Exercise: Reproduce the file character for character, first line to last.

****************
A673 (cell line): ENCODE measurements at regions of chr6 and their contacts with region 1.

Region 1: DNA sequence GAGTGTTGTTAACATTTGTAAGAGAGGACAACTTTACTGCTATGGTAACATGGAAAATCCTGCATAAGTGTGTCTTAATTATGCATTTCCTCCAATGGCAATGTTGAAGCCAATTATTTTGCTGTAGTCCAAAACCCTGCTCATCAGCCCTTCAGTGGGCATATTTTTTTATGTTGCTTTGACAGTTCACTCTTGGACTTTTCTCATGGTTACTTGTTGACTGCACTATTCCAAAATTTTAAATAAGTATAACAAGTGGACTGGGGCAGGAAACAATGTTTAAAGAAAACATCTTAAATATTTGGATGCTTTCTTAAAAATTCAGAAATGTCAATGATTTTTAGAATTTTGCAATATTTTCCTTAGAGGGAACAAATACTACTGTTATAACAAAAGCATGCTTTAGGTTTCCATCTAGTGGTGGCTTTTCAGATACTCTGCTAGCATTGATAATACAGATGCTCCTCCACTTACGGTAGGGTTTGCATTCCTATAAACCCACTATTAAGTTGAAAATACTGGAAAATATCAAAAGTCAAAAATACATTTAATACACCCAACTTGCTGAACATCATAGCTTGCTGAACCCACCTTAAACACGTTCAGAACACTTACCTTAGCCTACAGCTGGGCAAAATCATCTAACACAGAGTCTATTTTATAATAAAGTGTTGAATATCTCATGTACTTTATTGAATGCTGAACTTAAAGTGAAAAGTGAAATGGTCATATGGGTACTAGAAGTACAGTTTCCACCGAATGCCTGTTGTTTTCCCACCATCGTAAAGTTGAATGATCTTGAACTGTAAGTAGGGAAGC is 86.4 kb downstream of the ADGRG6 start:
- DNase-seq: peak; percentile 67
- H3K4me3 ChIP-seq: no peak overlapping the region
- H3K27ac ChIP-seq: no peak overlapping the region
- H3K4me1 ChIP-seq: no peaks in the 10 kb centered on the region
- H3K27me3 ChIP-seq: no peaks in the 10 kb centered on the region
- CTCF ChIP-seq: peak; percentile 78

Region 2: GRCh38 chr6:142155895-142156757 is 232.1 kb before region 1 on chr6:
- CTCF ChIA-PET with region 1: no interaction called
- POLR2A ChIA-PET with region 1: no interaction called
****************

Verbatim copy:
A673 (cell line): ENCODE measurements at regions of chr6 and their contacts with region 1.

Region 1: DNA sequence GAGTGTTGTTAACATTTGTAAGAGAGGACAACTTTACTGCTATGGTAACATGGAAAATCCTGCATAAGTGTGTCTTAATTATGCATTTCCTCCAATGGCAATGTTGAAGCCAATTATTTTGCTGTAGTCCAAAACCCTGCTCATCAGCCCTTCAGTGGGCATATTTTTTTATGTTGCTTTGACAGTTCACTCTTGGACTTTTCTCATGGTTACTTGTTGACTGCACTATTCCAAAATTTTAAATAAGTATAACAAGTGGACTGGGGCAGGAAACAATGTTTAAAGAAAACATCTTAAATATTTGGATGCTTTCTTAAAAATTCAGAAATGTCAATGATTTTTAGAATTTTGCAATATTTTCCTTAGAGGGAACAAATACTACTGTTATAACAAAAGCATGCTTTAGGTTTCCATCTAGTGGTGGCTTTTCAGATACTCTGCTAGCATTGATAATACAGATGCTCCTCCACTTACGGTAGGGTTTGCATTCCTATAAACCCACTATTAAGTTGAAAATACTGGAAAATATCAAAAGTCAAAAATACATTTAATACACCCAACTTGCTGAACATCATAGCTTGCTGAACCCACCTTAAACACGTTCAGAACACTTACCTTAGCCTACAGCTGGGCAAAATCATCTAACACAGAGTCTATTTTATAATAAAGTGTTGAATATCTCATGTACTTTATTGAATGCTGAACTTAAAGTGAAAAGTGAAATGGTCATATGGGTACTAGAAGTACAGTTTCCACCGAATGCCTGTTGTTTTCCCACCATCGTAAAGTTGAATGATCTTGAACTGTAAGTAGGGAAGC is 86.4 kb downstream of the ADGRG6 start:
- DNase-seq: peak; percentile 67
- H3K4me3 ChIP-seq: no peak overlapping the region
- H3K27ac ChIP-seq: no peak overlapping the region
- H3K4me1 ChIP-seq: no peaks in the 10 kb centered on the region
- H3K27me3 ChIP-seq: no peaks in the 10 kb centered on the region
- CTCF ChIP-seq: peak; percentile 78

Region 2: GRCh38 chr6:142155895-142156757 is 232.1 kb before region 1 on chr6:
- CTCF ChIA-PET with region 1: no interaction called
- POLR2A ChIA-PET with region 1: no interaction called